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Montana sauropod



From: Ben Creisler bh480@scn.org

In case this news story has not been mentioned:
http://www.billingsgazette.net/articles/2006/03/08/news/state/25-dino.txt
Bones of dinosaur found north of Billings may be new species

  Ancient 'tanker truck': Scientists glean clues from dinosaur find  
By MIKE STARK Of The Gazette Staff
 Chances are, no one's ever seen a mug quite like Ralph's. Uncovered last
summer, the long-necked, giant dinosaur with a walnut-size brain appears to
be a new species, according to Malta paleontologist Nate Murphy, who led
the dig at the foot of the Little Snowy Mountains.  The discovery may
reveal crucial information about the history of the once-dominant
plant-eating giants known as sauropods. The latest find seems to provide a
previously undocumented link between two similar types of dinosaurs. 
"We're bridging a gap here," said Murphy, the curator of paleontology for
the Judith River Dinosaur Institute in Malta.  Murphy and his team
recovered the complete neck, skull, teeth and other bones from the 20-ton
dinosaur believed to have roamed the flood plains of ancient Montana 150
million years ago.      

The delicate skull was a particularly rare find. Only about two dozen
sauropod skulls have ever been found, and Murphy estimates that 90 percent
of those were flattened or broken when they were buried. Ralph's skull was
mostly intact.

Murphy will show off the skull and bones, along with other dinosaur
specimens and displays, at the annual Science Expo on March 18 at Montana
State University-Billings.

"This is an extraordinary find," said Virginia Tidwell, a paleontologist at
the Denver Museum of Natural History and co-editor of the recent book
"Thunder Lizards," which focused on sauropods.

The scientists have not yet gone through the formal process of describing
the species in a peer-reviewed scientific journal, but the skulls and other
portions have been shown to several sauropod experts.

"Informally, they've confirmed (it) looked liked nothing they've seen
before," said Tidwell, who examined the specimens last summer.

The first hints of the dinosaur's existence came nearly 20 years ago, when
rancher Dave Hein saw some bone fragments at the bottom of a gully in the
foothills of the Little Snowy Mountains.

Hein and his son collected three vertebrae and 10 ribs a few years ago, and
then got in touch with Murphy.

The initial focus of the dig was a stegosaurus, a vegetarian dinosaur with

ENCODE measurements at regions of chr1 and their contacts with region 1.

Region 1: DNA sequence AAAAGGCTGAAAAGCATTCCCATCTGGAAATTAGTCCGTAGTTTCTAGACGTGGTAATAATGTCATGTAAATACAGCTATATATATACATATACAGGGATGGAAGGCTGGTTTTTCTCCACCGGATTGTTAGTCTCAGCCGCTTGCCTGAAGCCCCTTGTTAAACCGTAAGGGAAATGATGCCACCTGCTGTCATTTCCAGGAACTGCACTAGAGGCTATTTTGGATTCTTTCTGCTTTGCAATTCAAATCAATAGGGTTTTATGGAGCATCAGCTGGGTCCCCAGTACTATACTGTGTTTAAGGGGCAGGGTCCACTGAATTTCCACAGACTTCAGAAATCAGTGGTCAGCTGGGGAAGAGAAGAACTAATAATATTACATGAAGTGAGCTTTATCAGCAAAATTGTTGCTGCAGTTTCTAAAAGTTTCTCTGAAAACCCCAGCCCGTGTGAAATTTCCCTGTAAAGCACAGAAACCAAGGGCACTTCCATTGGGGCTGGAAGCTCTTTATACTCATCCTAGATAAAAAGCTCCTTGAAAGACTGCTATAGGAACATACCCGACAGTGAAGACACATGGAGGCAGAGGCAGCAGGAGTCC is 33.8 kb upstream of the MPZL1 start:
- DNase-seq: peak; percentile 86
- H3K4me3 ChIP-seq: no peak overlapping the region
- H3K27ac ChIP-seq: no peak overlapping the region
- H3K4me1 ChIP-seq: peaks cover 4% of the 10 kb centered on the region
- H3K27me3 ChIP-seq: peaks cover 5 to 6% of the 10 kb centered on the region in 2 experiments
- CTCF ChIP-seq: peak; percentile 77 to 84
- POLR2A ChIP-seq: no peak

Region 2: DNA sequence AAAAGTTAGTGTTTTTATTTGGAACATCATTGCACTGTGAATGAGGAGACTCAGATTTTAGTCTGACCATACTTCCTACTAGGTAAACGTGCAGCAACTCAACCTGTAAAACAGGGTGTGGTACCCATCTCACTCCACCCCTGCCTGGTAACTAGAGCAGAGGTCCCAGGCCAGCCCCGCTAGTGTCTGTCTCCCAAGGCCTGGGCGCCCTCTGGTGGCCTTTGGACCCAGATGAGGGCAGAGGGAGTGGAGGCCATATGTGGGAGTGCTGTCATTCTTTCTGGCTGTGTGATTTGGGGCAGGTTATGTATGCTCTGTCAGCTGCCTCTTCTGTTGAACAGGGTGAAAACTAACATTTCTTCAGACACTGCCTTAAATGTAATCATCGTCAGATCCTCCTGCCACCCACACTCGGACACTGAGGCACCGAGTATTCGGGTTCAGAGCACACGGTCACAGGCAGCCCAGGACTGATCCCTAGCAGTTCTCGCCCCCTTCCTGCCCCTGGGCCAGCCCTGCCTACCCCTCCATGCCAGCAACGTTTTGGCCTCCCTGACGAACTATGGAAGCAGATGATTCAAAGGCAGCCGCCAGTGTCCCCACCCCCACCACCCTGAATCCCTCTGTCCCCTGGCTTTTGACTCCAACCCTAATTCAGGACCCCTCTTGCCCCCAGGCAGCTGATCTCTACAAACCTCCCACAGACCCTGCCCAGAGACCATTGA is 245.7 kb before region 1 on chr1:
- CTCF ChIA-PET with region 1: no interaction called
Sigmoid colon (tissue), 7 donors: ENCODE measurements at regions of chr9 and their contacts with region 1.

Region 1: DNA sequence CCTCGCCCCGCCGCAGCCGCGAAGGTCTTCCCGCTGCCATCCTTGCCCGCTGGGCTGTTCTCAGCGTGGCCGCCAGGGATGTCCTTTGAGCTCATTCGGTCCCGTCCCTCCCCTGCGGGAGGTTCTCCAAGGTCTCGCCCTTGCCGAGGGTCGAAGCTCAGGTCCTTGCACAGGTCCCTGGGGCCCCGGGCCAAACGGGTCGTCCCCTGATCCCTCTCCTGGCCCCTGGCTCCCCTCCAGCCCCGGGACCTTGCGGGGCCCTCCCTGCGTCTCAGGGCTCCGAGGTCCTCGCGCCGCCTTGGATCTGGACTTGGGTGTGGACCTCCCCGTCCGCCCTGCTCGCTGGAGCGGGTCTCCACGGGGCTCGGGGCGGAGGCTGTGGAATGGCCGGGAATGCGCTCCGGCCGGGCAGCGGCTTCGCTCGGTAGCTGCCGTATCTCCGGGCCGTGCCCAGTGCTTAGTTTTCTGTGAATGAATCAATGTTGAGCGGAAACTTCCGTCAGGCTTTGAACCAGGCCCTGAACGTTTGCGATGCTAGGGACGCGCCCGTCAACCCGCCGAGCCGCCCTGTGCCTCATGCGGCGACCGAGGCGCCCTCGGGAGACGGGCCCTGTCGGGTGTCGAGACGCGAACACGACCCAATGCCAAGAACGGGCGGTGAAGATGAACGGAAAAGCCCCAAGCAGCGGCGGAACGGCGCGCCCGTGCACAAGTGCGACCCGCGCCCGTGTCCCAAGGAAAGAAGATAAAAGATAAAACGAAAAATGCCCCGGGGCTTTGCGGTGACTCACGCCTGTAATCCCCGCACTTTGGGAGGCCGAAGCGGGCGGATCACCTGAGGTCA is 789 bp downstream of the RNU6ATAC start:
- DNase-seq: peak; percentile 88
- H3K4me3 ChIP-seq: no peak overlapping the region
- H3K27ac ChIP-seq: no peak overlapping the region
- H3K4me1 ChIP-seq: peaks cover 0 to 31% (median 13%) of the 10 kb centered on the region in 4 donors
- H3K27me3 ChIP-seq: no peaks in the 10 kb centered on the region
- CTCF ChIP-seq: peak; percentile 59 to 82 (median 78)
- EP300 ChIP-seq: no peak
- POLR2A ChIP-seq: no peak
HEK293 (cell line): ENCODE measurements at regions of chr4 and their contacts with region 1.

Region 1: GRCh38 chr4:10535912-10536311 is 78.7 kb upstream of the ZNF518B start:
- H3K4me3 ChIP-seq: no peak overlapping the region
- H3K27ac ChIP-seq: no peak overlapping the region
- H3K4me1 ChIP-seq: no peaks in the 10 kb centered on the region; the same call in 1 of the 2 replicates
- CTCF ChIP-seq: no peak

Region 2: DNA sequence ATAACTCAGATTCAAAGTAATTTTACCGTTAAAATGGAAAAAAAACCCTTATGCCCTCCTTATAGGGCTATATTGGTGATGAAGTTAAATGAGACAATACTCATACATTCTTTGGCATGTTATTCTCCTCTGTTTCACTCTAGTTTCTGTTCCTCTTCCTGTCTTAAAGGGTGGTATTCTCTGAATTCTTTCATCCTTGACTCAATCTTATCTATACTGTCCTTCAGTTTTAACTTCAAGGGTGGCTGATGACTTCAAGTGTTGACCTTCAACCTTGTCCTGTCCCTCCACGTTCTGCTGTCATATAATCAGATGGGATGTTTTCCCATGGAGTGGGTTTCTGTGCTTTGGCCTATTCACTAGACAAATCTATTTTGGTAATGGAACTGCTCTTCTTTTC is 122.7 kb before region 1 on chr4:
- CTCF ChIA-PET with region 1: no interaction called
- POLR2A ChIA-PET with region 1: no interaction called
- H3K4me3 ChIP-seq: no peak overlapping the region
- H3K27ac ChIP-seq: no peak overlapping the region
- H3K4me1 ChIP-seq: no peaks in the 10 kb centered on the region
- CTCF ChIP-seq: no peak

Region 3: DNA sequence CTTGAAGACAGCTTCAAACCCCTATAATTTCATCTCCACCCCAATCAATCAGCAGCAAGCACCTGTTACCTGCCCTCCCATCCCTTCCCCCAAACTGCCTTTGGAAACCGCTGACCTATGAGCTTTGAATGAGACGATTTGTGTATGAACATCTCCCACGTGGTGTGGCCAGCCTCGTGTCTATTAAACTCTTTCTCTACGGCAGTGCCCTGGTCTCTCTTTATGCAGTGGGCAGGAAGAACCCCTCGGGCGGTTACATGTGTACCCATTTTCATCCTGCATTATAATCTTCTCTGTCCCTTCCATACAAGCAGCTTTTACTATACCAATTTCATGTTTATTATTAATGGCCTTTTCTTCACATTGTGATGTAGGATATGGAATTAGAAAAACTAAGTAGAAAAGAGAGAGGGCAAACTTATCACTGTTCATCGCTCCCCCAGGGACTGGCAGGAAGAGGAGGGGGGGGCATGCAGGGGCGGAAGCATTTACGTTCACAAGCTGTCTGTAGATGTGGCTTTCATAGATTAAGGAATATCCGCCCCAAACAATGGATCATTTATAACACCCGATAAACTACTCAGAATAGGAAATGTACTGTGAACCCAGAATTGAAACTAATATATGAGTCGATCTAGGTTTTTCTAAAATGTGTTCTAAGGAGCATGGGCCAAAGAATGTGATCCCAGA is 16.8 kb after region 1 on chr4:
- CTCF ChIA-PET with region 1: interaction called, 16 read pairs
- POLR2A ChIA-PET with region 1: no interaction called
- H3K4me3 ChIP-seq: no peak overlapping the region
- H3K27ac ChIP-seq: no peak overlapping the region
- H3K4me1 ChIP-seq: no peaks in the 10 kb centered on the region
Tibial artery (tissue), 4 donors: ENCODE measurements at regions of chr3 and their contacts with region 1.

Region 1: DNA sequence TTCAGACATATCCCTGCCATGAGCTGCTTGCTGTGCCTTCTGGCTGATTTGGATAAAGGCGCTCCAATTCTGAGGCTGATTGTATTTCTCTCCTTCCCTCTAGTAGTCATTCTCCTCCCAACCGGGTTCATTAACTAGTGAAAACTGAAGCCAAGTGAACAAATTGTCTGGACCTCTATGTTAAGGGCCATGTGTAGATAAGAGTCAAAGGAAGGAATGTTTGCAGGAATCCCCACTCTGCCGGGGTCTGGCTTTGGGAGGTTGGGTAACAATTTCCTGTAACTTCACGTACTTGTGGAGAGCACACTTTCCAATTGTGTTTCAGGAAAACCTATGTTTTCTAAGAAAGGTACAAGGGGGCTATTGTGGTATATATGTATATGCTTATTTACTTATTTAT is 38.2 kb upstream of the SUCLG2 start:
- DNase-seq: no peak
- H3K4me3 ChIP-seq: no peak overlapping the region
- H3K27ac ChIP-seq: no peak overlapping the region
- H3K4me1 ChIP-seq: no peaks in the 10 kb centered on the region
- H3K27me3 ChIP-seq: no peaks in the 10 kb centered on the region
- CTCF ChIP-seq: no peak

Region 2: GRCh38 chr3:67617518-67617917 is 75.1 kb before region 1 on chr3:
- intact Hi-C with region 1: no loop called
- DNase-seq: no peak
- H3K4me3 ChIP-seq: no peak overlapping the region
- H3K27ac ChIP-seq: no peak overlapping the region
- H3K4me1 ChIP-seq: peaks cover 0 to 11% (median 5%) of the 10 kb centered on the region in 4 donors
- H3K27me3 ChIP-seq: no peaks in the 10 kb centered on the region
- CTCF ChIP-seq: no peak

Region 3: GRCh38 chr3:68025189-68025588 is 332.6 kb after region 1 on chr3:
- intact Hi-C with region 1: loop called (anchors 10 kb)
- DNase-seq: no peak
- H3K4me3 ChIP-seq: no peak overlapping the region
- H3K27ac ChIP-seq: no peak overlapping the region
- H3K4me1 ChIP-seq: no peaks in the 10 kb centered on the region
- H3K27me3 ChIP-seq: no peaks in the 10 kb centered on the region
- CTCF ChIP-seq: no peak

a spiked tail, small head and triangular plates running down its spine.

But Murphy also felt the tug of a nearby sauropod.

Soon, they were uncovering a lower leg bone, an 11-foot neck, a 6-foot rib,
several peg-shaped teeth, the lower jaw and, most importantly, the
upside-down skull.

As far as Murphy and others can tell, Ralph -- named after the land's
original homesteader -- pitched over in a stream when it died. Some of the
bones may have been washed away in a flood, but the rest was entombed and
preserved in a load of silty soil.

The found bones indicate that the stubby-legged dinosaur stood 18 to 20
feet tall at the head and was 40 to 45 feet long. The huge ribs shielded a
gut that sloshed with decaying food and a few rocks rolling around to help
digestion.

"This guy would be like a tanker truck," Murphy said of its size.

In its day, the dinosaur likely roamed over a rolling, arid flood plain
common in the late Jurassic period, which started about 210 million years
ago and lasted about 70 million years.

The dinosaurs probably wandered long distances in search of food and water
and had to keep a keen eye out for flesh-eating predators.

A few of Ralph's bones had teeth marks, indicating that scavengers may have
fed on its body after it died.

Murphy recently brought the skull and neck to Billings Clinic for a CT scan
in hopes of getting a three-dimensional digital view of the bones.

Unfortunately, dirt and rocks were packed too tightly inside the dinosaur's
skull to get a good look at its brain, Murphy said. They did find an
abnormality halfway down its esophagus, a tennis-ball-size lump that that
might have been formed when Ralph tried to swallow something big and
pointy, Murphy speculated.

Some of the most interesting work has been looking at the configuration of
the dinosaur's skull, especially the large nasal holes on the front of its
face.

Over time, the location of the nostrils changed as the sauropods developed.
Based on where the nostrils are located on Ralph, Murphy and others think
the dinosaur falls somewhere between cousins camarasaurus and brachiosaurus.

Paleontologists have long been interested in the evolution of sauropods,
how they're related and why they show up in some time periods but not
others.

Adding the latest discovery to the list of known sauropods helps to fill
out the roster of dinosaurs during that period and gives a fuller picture
of what life on Earth was like 150 million years ago.

"When we get the opportunity to see a skull as nice as this one, it really
helps pull the picture together with regard to the sauropod lineage tree,"
Murphy said. 

Published on Wednesday, March 08, 2006.
Last modified on 3/8/2006 at 12:23 am


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